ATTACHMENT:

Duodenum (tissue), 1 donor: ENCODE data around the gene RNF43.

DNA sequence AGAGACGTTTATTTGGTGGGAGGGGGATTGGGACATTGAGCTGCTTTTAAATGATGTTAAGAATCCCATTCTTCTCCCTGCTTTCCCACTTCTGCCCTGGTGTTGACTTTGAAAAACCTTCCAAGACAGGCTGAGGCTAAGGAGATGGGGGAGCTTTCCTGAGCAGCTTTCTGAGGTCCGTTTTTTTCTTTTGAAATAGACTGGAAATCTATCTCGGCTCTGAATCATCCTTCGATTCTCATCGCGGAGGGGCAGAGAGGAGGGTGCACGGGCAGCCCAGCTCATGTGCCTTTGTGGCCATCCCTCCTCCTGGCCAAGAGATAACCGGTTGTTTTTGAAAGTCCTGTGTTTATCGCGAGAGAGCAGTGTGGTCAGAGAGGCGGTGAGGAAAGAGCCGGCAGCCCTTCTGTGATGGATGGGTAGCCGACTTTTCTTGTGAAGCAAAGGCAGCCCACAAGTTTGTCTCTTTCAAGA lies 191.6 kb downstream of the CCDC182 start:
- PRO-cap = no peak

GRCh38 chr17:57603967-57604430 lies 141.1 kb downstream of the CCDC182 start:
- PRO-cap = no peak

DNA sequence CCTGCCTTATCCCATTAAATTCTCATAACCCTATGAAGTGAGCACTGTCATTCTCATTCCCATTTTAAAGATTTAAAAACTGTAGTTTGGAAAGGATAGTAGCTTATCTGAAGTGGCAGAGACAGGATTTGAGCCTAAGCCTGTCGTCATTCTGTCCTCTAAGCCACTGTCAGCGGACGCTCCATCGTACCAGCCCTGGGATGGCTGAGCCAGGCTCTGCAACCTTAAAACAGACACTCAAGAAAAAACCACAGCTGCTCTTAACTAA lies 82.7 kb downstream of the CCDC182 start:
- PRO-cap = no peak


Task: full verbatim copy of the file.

Duodenum (tissue), 1 donor: ENCODE data around the gene RNF43.

DNA sequence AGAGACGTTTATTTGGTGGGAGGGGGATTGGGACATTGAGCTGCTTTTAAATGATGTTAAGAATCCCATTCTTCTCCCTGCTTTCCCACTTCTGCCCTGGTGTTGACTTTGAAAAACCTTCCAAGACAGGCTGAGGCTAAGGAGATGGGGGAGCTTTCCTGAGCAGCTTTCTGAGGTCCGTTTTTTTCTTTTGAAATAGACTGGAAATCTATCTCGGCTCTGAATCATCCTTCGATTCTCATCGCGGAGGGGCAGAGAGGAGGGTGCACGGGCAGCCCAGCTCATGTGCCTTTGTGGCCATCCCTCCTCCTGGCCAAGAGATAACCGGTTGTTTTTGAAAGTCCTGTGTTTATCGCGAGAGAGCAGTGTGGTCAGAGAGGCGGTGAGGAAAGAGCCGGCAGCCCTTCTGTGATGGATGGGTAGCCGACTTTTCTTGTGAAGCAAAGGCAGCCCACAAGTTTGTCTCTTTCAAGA lies 191.6 kb downstream of the CCDC182 start:
- PRO-cap = no peak

GRCh38 chr17:57603967-57604430 lies 141.1 kb downstream of the CCDC182 start:
- PRO-cap = no peak

DNA sequence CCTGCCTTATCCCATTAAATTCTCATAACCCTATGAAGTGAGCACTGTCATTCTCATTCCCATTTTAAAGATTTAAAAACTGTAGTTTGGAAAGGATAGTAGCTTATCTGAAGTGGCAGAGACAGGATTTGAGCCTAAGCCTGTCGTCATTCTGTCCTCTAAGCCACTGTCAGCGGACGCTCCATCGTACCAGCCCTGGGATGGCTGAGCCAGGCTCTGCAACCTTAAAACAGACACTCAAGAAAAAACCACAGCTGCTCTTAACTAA lies 82.7 kb downstream of the CCDC182 start:
- PRO-cap = no peak